Court of the Judiciary Presiding Judge Don Ash said most of the issues raised Tuesday were unproven allegations, and he said he is confident most judges behave. He also expressed confidence in the Court of the Judiciary to correct those who don't.
Ash said recusal is a problem that the state's legal community is looking into, but he does not believe Tennessee has a systemic problem of judicial retaliation.
"If we do, I would hope people are filing complaints," Ash said.
But Reguli said retaliation has a chilling effect on lawyers who don't want to stick their necks out for one client only to have a future client punished.
"You can't stand up," she said. "You can't fearlessly represent your clients."
Many witnesses testified that without a lawyer to help guide a complaint through the Court of the Judiciary, it would most likely get dismissed. Ash said he believes the court's complaint form is simple enough for laypeople but said he is open to looking at ways to improve it, such as listing ethics rules for judges on the form so citizens can cite specific concerns.
90 percent dismissed
Of the hundreds of complaints the court receives against judges each year, more than 90 percent are dismissed. Of 344 complaints received last year, only one resulted in a public reprimand, according to the court's most recent annual report.
Legislation that would have substantially opened the court stalled in committee last year but may be resurrected in the next session.
Critics also said the court doesn't have the teeth it needs to change behavior. The court often takes private disciplinary action. When a public reprimand is deemed necessary, a letter summarizing violations and discipline is released to the public.
"That's not very scary," said Janice Johnson, a Nashville activist for judicial reform.
Solutions put forth included making more discipline public and giving the court the power to assess civil penalties such as monetary fines. Currently, when the court suspends a judge, that judge still gets paid because the state Constitution prevents judges' salaries from being altered mid-term.
"We are opening ourselves to grave and intentional miscarriages of justice," said Christopher Savoy, a Williamson County man who is suing Judge James Martin for lifting a restraining order against his ex-wife, who fled with their children to Japan. "All they do is write letters. They're not going to get my kids back."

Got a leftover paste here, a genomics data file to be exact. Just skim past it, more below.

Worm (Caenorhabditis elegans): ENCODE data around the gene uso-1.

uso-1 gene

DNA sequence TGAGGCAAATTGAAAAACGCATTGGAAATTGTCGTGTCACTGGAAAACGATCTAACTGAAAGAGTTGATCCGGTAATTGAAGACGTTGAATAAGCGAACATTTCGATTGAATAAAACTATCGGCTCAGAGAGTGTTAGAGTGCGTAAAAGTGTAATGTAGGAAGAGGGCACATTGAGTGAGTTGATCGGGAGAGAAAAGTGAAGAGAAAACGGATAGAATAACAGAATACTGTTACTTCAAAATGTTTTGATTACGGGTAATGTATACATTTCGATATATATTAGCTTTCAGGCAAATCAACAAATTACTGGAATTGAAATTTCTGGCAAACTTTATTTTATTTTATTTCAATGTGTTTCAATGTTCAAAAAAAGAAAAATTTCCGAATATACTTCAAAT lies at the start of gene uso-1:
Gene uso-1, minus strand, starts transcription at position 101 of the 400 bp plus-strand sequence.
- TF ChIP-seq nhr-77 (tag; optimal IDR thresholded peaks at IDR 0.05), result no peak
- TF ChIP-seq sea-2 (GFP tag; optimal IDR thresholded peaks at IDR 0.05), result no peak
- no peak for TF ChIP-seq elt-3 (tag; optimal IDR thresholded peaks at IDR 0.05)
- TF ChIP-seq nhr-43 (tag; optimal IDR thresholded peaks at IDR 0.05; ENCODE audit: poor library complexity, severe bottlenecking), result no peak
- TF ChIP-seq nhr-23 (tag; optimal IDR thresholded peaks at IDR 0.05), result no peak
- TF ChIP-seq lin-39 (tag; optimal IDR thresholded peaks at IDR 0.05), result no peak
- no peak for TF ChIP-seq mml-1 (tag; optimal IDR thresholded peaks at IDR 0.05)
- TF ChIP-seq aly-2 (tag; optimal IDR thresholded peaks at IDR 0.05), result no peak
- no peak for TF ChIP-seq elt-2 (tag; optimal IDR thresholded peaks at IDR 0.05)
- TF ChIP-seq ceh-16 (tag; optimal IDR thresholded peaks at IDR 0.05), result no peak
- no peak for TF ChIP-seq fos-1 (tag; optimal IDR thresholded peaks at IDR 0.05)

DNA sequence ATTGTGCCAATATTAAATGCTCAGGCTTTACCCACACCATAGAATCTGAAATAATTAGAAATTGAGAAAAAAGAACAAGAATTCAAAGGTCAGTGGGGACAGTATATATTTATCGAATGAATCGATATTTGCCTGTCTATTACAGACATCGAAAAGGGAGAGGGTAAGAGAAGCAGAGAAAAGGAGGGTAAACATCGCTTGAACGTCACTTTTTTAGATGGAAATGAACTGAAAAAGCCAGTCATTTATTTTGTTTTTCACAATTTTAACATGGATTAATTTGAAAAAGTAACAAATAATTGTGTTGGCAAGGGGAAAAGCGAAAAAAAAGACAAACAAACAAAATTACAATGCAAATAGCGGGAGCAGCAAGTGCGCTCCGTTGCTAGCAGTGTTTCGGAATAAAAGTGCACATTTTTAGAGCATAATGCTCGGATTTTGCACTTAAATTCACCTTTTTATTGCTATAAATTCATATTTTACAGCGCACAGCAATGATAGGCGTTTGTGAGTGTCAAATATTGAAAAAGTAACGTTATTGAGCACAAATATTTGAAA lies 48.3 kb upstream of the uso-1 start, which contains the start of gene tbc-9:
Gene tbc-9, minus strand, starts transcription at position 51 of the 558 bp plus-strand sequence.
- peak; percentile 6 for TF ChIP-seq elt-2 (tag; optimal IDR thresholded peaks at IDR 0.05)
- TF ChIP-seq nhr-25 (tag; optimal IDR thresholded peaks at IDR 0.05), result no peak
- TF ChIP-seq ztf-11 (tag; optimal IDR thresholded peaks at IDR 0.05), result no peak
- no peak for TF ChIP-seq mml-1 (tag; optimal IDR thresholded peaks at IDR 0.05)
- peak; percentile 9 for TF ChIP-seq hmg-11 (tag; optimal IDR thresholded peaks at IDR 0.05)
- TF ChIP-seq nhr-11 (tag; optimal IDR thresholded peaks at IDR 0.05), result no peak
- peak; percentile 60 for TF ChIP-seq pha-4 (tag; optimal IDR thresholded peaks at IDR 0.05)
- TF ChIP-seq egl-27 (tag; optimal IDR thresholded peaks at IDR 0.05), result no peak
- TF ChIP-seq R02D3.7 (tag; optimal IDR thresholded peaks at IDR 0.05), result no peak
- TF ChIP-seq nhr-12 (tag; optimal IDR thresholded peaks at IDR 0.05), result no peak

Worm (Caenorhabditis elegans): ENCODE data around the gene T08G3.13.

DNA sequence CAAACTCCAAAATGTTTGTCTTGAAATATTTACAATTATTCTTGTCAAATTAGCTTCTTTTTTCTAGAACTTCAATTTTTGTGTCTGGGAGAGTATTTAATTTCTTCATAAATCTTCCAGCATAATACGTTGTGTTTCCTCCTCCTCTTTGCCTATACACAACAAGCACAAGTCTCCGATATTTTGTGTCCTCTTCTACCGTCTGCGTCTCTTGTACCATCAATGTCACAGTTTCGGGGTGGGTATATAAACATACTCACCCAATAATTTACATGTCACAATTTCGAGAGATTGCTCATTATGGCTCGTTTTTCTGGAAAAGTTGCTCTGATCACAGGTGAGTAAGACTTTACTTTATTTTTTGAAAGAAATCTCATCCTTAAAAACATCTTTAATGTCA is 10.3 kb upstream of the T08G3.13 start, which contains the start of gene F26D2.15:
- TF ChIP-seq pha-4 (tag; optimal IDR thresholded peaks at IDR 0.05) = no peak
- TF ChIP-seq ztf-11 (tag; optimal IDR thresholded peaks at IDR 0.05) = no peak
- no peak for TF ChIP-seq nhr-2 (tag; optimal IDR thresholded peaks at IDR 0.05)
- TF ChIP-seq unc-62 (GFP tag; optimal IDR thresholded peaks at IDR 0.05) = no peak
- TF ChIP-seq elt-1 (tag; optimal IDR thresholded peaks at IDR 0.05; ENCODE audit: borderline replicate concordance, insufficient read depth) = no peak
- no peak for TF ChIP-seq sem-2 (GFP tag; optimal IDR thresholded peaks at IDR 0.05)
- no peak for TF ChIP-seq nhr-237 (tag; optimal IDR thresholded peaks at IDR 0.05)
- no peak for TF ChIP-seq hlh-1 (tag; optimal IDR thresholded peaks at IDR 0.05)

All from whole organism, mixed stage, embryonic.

Court officials defended the private sanctions.
"We wouldn't do that in a real serious case. … Private reprimands allow a judge to at least have an opportunity to amend their behavior without serious political consequence,'' said Timothy Dicenza, disciplinary counsel for the court. Bunch said the study committee plans to reconvene in a few weeks to discuss potential remedies, which could include legislative action. Ash said Court of the Judiciary members also plan to meet before the end of the year to discuss improvements.
- - -
Missouri changes the way appeals court judges will be selected
By MARK MORRIS, The Kansas City Star
September 30, 2010
Missouri’s chief justice on Thursday announced three changes to the way the state selects its appeals judges and judges serving in its largest counties.
Speaking at the Missouri Bar’s annual meeting in Columbia, Justice William Ray Price Jr. said the changes are designed to bring more transparency to the state’s nonpartisan court plan. The new features also are aimed at deflating efforts to introduce big-money judicial elections for appellate and urban circuit court seats.
“In fact, a Harris poll released this September found that more than 70 percent of Americans, both Democrats and Republicans, believed that campaign contributions have a significant impact on courtroom decisions,” Price said. “Big money in judicial elections is a scandal.”
Under the “Missouri Plan,” the nonpartisan Appellate Judicial Commission selects a panel of three lawyers for vacant judgeships. The governor interviews the candidates and selects one for the vacancy.
The changes announced Thursday will:
•Open the commission’s interviews of candidates to the public.
•Make public the number of votes received by the three successful nominees.
•Allow the public to nominate candidates for judgeships.
“These are significant and meaningful changes,” Price said. “They have not been made lightly. They have been made to strengthen the finest judicial selection plan in the country.”
A small but vocal group in Jefferson City has criticized the state’s judicial process for years as dominated by the interests of lawyers and unaccountable to the public.
Better Courts for Missouri spokesman James Harris said Thursday that the changes were in line with the group’s recommendations but didn’t go far enough.
The group will continue pursuing efforts at large-scale reform, he said, perhaps including an effort to replace the Missouri Plan with direct election of all state judges.
Previous attempts to abolish or reform the selection process in the legislature and by initiative petition have failed.
More than 30 other states use some version of the judicial selection plan, which started in some Missouri courts in 1940. Originally, the plan applied to judges of the Supreme Court, appeals courts, and courts in Jackson County and St. Louis.
In the 1970s, the plan extended to judges in Clay, Platte and St. Louis counties. Greene County adopted the plan in 2008.
- - -